stealthsquiggle Tue 30-Jun-09 23:22:10

Microwave. Borrowed camping cooker or [[ http://www.nisbets.co.uk/products/ProductDetail.asp?SiteType=&productCode=K975 equiv]]. Mains water shouldn't have to be off for long at a time (should be hours, not days).

Self-storage (Big Yellow Storage Company et al) have good short-term deals so that you can stack anything you absolutely don't need out of the way (and out of range of the inevitable monstrous amounts of dust)

Freecycle is your friend for camping cooker/baby belling/electric ring

stealthsquiggle Tue 30-Jun-09 23:22:47

bother. link again

CMOTdibbler Wed 01-Jul-09 08:41:53

Another thing that may make life a lot better would be a Remoska. You can do pizza, bakes, cakes, baked potatos etc in it.

I'd hire a self storage unit like Big Yellow (or which ever self access is nearest you) and move absolutely everything you can out to that. When we had the plaster off in our old house it was all just thick with dust through the house. Then you can go there if you need stuff out, but it will all stay clean. Take the clothes you don't need for a week to your mum.

Then with your lovely de cluttered flat, invite everyone you know round for a painting party once all the work is done and you'll be able to get round all the walls easily

Gipfeli Wed 01-Jul-09 08:49:17

We've bought one of these for the next few weeks/months when our kitchen will be out of action ikea hob

I would think that if the furniture was completely covered in plastic sheets with no gaps at all your clothes would be ok, but the dust is horrifc and it will go everywhere. I'm still finding building dust on items one floor up from where our bathroom was renovated last year.

jeanjeannie Wed 01-Jul-09 09:22:10

We did it for 4 months....I was preggie and had a 1yr old - it was awful but this is what we did

Moved fridge to a space we had available.
Used the microwave
Got a 2 ring camp stove with grill
Got a steamer - great for non-brainer veg!
Batch made loads of food in advance
Ate lots off paper plates
Washed up in the bath and made a drainer with looked daft but kept stuff out of the way!
Oh and we had a slow cooker too.

Good luck and enjoy smile

fizzpops Wed 01-Jul-09 09:32:13

If it is warm can you do loads of salad type stuff with cold quiche etc.

We have had kitchen issues on and off as we moved into a place with no cooker - then had a spell when our kitchen was ripped out when we washed up in the bathroom and only had fridge freezer and microwave.

We had one of those two ring mini electric hobs so did pasta, rice and stirfry, omlettes (with chips from the chippy) - anything really that you would cook on the hob. We also have a steamer so could steam fish. The batch cooking is a good idea too.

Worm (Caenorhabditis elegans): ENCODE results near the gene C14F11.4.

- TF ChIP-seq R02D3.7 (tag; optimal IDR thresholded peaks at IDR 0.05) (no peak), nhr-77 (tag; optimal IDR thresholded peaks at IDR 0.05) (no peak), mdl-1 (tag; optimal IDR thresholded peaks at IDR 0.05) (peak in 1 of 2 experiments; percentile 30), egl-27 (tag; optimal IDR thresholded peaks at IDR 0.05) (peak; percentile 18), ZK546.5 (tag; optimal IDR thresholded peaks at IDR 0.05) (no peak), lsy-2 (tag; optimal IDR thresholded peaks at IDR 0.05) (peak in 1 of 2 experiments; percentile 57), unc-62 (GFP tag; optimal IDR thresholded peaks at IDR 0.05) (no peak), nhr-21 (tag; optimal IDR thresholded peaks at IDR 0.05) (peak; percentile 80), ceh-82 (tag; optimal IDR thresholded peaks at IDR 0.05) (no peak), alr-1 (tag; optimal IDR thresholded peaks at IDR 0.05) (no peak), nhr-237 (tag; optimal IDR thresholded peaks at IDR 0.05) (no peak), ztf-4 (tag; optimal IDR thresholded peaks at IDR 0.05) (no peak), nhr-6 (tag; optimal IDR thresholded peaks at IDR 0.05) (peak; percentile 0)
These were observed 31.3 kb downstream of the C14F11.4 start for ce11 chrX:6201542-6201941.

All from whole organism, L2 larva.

Does get boring and frustrating not to mention untidy - it all becomes worth it for the peace of mind and makes you appreciate your new kitchen all the more.

spicemonster Wed 01-Jul-09 10:08:31

Thanks for all the suggestions - very helpful. Yes I think taking stuff to a self-storage place is going to have to be done. I don't suppose it will make any difference to the dust levels if I shut doors will it? <clutching at straws>

CMOTdibbler Wed 01-Jul-09 10:43:52

We shut doors, the guys hung plastic in front of them, and still it got very dusty. it seems to hang in the air as it goes on for weeks. Sorry

spicemonster Wed 01-Jul-09 10:51:17

Pannacotta - I think it is a sika render they're doing unfortunately. Is there any other kind? It is guaranteed for 30 years though.

CMOT - you reminded me: I had a new bathroom fitted in a previous place and had forgotten about that fine dust that seems to permeate everything for ever ...

Urgh - this whole thing is such a colossal pain in the bum. I know it will be good afterwards but it's just getting through the pain barrier!

Pannacotta Wed 01-Jul-09 13:42:59

Not sure is there is another kind.
Its just from my research I found out that the render can crack quite easily eg from tiny amount of movement within a building, also you cant put anything in the walls such as screws/picture hooks etc.
30 yrs is a good guarantee, it's just that if it fails you'd have to do teh same thing again...
Sorry not meaning to be the voice of gloom, just thought it might be worth checking this with the builder before he starts.

I think the best way to tank a basement now is to use some kind of membrane on the walls and add sump pumps but this is quite £££.
Soem details here
www.newton-membranes.co.uk/titan.htm

stealthsquiggle Wed 01-Jul-09 14:33:38

If it makes you feel any better (I doubt it will, really), we had the beams sandblasted (as well as plaster stripped, etc, etc) when we had our kitchen done - we had about an inch of sand in the bedroom above the kitchen shock and sand in everything for weeks afterwards, inspite of the contractor sealing all doors etc very efficiently. It was as if we had taken the entire house to the beach grin

spicemonster Wed 01-Jul-09 15:25:58

It's slightly encouraging to know it could be worse stealth

Pannacotta - think we're going to have to live with it - that pump thing looks very expensive and we're already in shock at the cost of everything. The whole house isn't underground anyway - just the front of it. And I'm not planning on staying here forever so if it all goes wrong in ten years' time (which I sincerely hope it won't), it will be someone else's problem to sort out